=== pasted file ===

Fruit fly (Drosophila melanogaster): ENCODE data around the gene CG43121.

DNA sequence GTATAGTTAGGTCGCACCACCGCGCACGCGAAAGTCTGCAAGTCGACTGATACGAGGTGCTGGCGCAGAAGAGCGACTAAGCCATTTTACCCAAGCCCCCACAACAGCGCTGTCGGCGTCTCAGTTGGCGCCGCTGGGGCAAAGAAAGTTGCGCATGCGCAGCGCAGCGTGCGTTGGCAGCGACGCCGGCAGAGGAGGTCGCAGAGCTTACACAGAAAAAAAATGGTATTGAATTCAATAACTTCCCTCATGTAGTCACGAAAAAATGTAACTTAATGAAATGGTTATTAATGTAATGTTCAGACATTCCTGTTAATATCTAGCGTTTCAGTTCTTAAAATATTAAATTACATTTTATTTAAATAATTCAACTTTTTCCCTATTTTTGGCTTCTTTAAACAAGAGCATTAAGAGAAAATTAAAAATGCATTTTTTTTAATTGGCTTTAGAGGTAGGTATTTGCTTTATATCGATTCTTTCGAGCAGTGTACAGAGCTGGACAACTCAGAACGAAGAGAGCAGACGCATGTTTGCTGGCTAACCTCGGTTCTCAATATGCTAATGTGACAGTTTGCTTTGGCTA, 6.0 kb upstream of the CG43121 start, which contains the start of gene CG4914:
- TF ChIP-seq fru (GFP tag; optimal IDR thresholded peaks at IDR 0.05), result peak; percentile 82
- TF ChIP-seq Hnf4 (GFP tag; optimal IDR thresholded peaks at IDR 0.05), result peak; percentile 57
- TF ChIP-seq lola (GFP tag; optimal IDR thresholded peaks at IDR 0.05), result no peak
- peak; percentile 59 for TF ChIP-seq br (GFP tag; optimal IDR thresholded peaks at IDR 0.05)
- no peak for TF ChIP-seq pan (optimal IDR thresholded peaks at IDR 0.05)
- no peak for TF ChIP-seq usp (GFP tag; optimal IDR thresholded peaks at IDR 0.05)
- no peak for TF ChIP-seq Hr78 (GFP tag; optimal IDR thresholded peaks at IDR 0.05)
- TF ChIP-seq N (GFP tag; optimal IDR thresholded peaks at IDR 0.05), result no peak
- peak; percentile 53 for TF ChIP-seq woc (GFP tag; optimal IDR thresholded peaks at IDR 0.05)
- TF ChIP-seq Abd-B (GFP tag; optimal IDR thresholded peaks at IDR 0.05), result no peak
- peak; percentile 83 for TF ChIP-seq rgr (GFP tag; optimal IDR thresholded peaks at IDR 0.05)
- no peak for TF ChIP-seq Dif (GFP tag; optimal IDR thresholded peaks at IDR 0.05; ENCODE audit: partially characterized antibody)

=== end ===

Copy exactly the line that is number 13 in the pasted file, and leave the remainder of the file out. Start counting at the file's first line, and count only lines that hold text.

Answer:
- peak; percentile 83 for TF ChIP-seq rgr (GFP tag; optimal IDR thresholded peaks at IDR 0.05)